Human memory does not operate like a video tape that can be rewound and rewatched, with every viewing revealing the same events in the same order. In fact, memories are reconstructed every time we recall them. Aspects of the memory can be altered, added or deleted altogether with each new recollection. This can lead to the phenomenon of false memory, where people have clear memories of an event that they never experienced.
False memory is surprisingly common, but a number of factors can increase its frequency. Recent research in my lab shows that being very interested in a topic can make you twice as likely to experience a false memory about that topic.
Previous research has indicated that experts in a few clearly defined fields, such as investments and American football, might be more likely to experience false memory in relation to their areas of expertise. Opinion as to the cause of this effect is divided. Some researchers have suggested that greater knowledge makes a person more likely to incorrectly recognise new information that is similar to previously experienced information. Another interpretation suggests that experts feel that they should know everything about their topic of expertise. According to this account, experts’ sense of accountability for their judgements causes them to “fill in the gaps” in their knowledge with plausible, but false, information.
To further investigate this, we asked 489 participants to rank seven topics from most to least interesting. The topics we used were football, politics, business, technology, film, science and pop music. The participants were then asked if they remembered the events described in four news items about the topic they selected as the most interesting, and four items about the topic selected as least interesting. In each case, three of the events depicted had really happened and one was fictional.
The results showed that being interested in a topic increased the frequency of accurate memories relating to that topic. Critically, it also increased the number of false memories – 25% of people experienced a false memory in relation to an interesting topic, compared with 10% in relation to a less interesting topic. Importantly, our participants were not asked to identify themselves as experts, and did not get to choose which topics they would answer questions about. This means that the increase in false memories is unlikely to be due to a sense of accountability for judgements about a specialist topic.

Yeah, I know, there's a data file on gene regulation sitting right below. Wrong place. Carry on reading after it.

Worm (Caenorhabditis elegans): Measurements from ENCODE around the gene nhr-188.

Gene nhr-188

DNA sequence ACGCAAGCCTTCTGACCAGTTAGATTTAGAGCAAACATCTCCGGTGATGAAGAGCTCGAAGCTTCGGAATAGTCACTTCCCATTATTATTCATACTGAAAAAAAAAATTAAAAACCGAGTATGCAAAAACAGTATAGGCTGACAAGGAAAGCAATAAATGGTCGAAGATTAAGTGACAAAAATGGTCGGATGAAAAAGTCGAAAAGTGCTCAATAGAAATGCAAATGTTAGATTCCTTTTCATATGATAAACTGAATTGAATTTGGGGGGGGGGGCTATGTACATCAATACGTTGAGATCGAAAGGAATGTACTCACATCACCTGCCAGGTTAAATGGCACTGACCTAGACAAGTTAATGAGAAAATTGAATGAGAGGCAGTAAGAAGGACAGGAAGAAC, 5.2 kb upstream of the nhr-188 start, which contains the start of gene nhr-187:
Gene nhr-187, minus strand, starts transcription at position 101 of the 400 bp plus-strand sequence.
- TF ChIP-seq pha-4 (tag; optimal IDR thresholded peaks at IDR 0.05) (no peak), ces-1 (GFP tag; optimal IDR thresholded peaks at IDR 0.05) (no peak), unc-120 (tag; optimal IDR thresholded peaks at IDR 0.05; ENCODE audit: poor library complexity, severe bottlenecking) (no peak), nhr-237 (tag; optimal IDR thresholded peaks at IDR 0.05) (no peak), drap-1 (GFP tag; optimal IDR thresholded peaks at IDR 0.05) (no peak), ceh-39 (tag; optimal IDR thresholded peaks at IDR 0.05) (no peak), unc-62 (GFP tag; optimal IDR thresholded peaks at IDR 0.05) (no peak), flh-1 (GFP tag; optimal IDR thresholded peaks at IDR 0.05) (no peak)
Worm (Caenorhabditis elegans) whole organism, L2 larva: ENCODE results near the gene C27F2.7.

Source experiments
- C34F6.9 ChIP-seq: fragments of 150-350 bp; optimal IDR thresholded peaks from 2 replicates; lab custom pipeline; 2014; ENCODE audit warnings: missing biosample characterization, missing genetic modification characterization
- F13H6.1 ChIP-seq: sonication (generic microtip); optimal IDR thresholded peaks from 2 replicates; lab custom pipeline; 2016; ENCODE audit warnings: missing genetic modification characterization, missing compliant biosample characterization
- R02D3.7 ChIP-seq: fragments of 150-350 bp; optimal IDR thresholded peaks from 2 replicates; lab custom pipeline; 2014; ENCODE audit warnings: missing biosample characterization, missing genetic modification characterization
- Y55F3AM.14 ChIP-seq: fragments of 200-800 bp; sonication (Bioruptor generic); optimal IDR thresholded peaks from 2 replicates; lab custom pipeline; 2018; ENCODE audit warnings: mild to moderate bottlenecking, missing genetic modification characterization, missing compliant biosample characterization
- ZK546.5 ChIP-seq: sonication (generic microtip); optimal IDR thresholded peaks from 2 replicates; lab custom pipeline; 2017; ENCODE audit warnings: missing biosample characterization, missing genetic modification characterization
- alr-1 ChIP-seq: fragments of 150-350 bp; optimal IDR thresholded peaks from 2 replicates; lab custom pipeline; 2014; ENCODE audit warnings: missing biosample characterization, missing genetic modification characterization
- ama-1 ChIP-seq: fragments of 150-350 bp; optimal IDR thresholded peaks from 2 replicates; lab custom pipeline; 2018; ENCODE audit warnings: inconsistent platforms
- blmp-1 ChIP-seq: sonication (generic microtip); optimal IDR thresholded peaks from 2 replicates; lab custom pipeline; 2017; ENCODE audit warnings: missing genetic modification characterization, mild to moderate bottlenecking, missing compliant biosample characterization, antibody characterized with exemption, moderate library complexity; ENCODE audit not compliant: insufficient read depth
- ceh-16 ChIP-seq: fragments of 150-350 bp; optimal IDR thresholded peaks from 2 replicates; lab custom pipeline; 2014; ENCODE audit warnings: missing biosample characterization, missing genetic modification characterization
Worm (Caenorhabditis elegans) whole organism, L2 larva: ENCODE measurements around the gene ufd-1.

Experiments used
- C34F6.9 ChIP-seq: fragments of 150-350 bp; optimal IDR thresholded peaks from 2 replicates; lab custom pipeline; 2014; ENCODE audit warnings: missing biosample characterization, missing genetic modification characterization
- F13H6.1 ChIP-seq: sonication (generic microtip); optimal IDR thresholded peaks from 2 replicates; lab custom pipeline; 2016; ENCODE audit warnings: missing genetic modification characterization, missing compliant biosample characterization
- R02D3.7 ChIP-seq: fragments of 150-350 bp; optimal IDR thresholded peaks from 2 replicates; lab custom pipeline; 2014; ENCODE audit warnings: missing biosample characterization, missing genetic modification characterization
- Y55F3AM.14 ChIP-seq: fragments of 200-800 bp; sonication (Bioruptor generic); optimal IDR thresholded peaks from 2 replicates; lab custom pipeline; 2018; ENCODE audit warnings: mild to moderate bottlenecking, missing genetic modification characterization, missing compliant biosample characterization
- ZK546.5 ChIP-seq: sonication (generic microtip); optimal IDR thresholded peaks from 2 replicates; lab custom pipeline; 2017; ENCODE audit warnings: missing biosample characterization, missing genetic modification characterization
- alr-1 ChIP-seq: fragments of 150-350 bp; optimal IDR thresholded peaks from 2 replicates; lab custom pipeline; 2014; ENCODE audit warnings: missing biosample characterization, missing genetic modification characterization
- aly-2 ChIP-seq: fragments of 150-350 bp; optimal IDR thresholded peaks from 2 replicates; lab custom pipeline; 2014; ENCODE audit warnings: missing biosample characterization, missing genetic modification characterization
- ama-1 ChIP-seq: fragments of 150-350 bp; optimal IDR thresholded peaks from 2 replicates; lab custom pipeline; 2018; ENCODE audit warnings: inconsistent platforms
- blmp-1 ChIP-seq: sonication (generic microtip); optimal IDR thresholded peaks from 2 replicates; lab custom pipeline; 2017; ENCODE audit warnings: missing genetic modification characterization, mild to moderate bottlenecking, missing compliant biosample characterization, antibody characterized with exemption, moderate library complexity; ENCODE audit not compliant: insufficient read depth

Susie Neilson writes: In The President’s Speech, a 1985 essay by the late neurologist and writer Oliver Sacks, he observes a group of people with aphasia, a language disorder, as they laugh uproariously at the television. The cause of their amusement is an unnamed actor-turned United States president, presumably Ronald Reagan, addressing his audience: “There he was, the old Charmer, the Actor, with his practised rhetoric, his histrionisms, his emotional appeal…The President was, as always, moving—but he was moving them, apparently, mainly to laughter. What could they be thinking? Were they failing to understand him? Or did they, perhaps, understand him all too well?”
Aphasic patients have a heightened ability to interpret body language, tonal quality, and other non-verbal aspects of communication due to a disruption of their speech, writing, reading, or listening abilities. Each aphasic person may have disruptions in any or all of these areas. Usually, the damage comes from a stroke or other head trauma — many people become aphasic in the wake of combat, for example, or after car accidents. “The key,” says Darlene Williamson, a speech pathologist specializing in aphasia and president of the National Aphasia Association, “is intelligence remains intact.”
In this sense, Williamson says, having aphasia is akin to visiting a foreign country, where everyone is communicating in a language you are conversational in at best. “The more impaired your language is,” she says, “the harder you’re working to be sure that you’re comprehending what’s going on.” How do we do this? By paying more careful attention to the cues we can understand, Williamson says. [Continue reading…]